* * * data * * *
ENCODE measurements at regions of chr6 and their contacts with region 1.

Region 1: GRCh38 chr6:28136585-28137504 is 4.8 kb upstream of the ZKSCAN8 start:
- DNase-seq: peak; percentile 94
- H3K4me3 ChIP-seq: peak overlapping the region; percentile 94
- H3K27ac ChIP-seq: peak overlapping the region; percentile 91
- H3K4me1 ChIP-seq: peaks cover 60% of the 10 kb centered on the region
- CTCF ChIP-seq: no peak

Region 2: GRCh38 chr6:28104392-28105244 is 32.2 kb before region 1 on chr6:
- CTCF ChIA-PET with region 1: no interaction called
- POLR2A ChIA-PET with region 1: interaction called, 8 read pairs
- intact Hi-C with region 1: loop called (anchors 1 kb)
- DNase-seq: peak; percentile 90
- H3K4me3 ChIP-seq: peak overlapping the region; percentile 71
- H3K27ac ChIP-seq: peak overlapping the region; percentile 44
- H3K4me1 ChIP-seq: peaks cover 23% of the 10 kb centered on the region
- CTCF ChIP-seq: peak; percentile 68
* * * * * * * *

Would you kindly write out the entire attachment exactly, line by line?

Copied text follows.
ENCODE measurements at regions of chr6 and their contacts with region 1.

Region 1: GRCh38 chr6:28136585-28137504 is 4.8 kb upstream of the ZKSCAN8 start:
- DNase-seq: peak; percentile 94
- H3K4me3 ChIP-seq: peak overlapping the region; percentile 94
- H3K27ac ChIP-seq: peak overlapping the region; percentile 91
- H3K4me1 ChIP-seq: peaks cover 60% of the 10 kb centered on the region
- CTCF ChIP-seq: no peak

Region 2: GRCh38 chr6:28104392-28105244 is 32.2 kb before region 1 on chr6:
- CTCF ChIA-PET with region 1: no interaction called
- POLR2A ChIA-PET with region 1: interaction called, 8 read pairs
- intact Hi-C with region 1: loop called (anchors 1 kb)
- DNase-seq: peak; percentile 90
- H3K4me3 ChIP-seq: peak overlapping the region; percentile 71
- H3K27ac ChIP-seq: peak overlapping the region; percentile 44
- H3K4me1 ChIP-seq: peaks cover 23% of the 10 kb centered on the region
- CTCF ChIP-seq: peak; percentile 68